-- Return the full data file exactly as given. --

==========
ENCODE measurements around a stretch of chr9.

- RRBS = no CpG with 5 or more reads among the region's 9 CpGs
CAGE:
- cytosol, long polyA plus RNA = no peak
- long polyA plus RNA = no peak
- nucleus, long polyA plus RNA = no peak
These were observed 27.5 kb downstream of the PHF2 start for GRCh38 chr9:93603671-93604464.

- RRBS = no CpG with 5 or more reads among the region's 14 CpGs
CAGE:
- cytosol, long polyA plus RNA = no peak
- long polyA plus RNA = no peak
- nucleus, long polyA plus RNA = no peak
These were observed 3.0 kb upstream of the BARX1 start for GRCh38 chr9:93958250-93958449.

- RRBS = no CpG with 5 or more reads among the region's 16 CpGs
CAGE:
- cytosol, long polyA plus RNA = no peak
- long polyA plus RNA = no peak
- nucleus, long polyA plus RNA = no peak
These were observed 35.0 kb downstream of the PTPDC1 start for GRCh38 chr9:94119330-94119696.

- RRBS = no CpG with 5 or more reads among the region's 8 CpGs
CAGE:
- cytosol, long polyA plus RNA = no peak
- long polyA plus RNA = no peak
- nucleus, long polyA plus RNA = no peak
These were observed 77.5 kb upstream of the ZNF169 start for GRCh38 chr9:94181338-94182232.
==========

ENCODE measurements around a stretch of chr9.

- RRBS = no CpG with 5 or more reads among the region's 9 CpGs
CAGE:
- cytosol, long polyA plus RNA = no peak
- long polyA plus RNA = no peak
- nucleus, long polyA plus RNA = no peak
These were observed 27.5 kb downstream of the PHF2 start for GRCh38 chr9:93603671-93604464.

- RRBS = no CpG with 5 or more reads among the region's 14 CpGs
CAGE:
- cytosol, long polyA plus RNA = no peak
- long polyA plus RNA = no peak
- nucleus, long polyA plus RNA = no peak
These were observed 3.0 kb upstream of the BARX1 start for GRCh38 chr9:93958250-93958449.

- RRBS = no CpG with 5 or more reads among the region's 16 CpGs
CAGE:
- cytosol, long polyA plus RNA = no peak
- long polyA plus RNA = no peak
- nucleus, long polyA plus RNA = no peak
These were observed 35.0 kb downstream of the PTPDC1 start for GRCh38 chr9:94119330-94119696.

- RRBS = no CpG with 5 or more reads among the region's 8 CpGs
CAGE:
- cytosol, long polyA plus RNA = no peak
- long polyA plus RNA = no peak
- nucleus, long polyA plus RNA = no peak
These were observed 77.5 kb upstream of the ZNF169 start for GRCh38 chr9:94181338-94182232.